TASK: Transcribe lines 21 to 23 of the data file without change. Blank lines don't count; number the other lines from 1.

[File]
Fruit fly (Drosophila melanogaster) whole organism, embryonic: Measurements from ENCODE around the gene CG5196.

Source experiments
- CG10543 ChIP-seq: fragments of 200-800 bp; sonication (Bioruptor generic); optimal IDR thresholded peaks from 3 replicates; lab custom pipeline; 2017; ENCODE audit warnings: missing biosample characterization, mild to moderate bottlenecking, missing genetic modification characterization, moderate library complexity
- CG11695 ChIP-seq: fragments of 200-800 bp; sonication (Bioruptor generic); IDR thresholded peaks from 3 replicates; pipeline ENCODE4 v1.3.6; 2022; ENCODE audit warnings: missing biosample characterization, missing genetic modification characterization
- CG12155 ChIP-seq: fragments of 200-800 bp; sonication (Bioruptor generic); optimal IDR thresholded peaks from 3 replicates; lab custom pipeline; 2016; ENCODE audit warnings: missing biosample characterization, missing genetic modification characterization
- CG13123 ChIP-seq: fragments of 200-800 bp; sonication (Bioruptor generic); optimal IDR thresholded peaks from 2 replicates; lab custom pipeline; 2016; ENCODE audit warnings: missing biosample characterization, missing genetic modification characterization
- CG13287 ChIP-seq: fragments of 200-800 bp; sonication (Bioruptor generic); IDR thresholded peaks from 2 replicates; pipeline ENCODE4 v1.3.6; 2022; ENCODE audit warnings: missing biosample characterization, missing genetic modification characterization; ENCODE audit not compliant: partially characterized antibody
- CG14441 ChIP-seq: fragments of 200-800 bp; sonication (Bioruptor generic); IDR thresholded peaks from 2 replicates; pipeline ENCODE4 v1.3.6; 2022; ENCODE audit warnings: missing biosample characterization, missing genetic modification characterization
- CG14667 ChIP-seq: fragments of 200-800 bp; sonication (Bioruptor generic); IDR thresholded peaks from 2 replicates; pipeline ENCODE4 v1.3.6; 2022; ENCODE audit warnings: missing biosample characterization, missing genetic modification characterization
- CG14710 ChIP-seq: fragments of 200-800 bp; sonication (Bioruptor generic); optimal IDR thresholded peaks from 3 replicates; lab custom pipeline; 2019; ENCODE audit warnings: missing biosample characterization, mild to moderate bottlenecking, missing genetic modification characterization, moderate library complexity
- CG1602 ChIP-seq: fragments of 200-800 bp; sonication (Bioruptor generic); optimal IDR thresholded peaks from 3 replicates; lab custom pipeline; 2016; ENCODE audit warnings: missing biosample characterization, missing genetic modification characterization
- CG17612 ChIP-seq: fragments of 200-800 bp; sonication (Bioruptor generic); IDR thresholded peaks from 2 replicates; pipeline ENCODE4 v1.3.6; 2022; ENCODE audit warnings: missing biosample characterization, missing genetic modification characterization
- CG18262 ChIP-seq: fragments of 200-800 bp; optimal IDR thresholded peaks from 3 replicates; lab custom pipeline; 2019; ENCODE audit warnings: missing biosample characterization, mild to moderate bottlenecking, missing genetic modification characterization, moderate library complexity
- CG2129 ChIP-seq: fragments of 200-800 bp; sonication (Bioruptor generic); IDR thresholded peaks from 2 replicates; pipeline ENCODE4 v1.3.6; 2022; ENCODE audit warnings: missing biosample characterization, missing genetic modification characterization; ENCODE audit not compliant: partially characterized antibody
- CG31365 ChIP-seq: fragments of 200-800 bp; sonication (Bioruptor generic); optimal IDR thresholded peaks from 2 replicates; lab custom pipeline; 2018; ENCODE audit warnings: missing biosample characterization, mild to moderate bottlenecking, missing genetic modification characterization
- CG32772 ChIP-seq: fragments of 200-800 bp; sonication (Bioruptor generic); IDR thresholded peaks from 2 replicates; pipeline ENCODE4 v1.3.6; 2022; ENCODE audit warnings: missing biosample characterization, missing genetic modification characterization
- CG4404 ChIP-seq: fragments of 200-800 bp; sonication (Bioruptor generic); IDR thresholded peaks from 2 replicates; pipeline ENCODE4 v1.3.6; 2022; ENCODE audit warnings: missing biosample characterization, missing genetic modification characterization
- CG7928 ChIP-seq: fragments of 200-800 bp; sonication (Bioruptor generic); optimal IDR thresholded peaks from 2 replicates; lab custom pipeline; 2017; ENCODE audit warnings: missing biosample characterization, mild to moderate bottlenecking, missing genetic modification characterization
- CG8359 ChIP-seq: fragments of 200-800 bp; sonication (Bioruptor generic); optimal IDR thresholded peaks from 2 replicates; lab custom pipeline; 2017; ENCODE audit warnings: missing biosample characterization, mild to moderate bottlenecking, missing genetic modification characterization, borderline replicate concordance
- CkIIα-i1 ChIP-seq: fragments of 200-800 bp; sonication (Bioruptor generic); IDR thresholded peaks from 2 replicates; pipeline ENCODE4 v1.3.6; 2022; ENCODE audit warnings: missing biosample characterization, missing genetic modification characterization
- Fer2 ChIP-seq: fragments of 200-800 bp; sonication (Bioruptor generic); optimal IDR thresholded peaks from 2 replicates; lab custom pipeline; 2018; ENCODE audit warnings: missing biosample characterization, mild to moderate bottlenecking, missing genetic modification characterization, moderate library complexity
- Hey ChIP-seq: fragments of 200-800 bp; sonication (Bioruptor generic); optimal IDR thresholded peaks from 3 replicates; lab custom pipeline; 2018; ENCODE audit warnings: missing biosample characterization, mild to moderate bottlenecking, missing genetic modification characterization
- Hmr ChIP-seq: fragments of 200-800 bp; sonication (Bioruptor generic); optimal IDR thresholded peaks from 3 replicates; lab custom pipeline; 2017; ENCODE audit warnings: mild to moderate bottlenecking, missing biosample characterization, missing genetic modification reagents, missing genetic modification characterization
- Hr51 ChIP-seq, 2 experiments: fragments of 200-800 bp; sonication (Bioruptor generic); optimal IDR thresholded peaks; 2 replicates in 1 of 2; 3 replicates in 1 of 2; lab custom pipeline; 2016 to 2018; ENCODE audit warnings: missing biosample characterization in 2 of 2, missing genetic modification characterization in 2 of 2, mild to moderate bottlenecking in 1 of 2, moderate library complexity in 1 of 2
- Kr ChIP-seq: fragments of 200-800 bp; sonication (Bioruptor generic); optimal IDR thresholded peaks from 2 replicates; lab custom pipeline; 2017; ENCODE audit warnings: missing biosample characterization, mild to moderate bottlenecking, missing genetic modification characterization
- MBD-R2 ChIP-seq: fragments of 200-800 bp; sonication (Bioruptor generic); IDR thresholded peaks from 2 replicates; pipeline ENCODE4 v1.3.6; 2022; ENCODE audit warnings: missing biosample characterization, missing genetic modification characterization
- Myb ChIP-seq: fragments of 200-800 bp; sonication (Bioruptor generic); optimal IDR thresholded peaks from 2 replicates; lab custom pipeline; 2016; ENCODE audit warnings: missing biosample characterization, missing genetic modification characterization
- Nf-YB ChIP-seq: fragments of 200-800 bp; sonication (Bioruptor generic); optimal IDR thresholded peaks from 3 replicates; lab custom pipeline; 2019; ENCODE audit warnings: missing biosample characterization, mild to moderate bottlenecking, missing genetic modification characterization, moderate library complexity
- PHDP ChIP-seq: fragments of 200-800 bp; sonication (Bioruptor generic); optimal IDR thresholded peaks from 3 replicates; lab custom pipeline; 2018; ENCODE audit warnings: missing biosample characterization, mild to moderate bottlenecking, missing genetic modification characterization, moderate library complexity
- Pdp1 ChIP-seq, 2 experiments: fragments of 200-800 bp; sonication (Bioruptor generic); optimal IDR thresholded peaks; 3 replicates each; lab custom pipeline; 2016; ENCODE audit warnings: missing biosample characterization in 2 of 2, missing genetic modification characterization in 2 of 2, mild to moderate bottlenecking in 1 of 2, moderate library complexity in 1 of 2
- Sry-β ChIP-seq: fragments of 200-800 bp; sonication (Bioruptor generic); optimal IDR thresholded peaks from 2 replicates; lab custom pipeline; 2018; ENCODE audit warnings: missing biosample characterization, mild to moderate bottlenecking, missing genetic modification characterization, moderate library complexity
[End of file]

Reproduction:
- Fer2 ChIP-seq: fragments of 200-800 bp; sonication (Bioruptor generic); optimal IDR thresholded peaks from 2 replicates; lab custom pipeline; 2018; ENCODE audit warnings: missing biosample characterization, mild to moderate bottlenecking, missing genetic modification characterization, moderate library complexity
- Hey ChIP-seq: fragments of 200-800 bp; sonication (Bioruptor generic); optimal IDR thresholded peaks from 3 replicates; lab custom pipeline; 2018; ENCODE audit warnings: missing biosample characterization, mild to moderate bottlenecking, missing genetic modification characterization
- Hmr ChIP-seq: fragments of 200-800 bp; sonication (Bioruptor generic); optimal IDR thresholded peaks from 3 replicates; lab custom pipeline; 2017; ENCODE audit warnings: mild to moderate bottlenecking, missing biosample characterization, missing genetic modification reagents, missing genetic modification characterization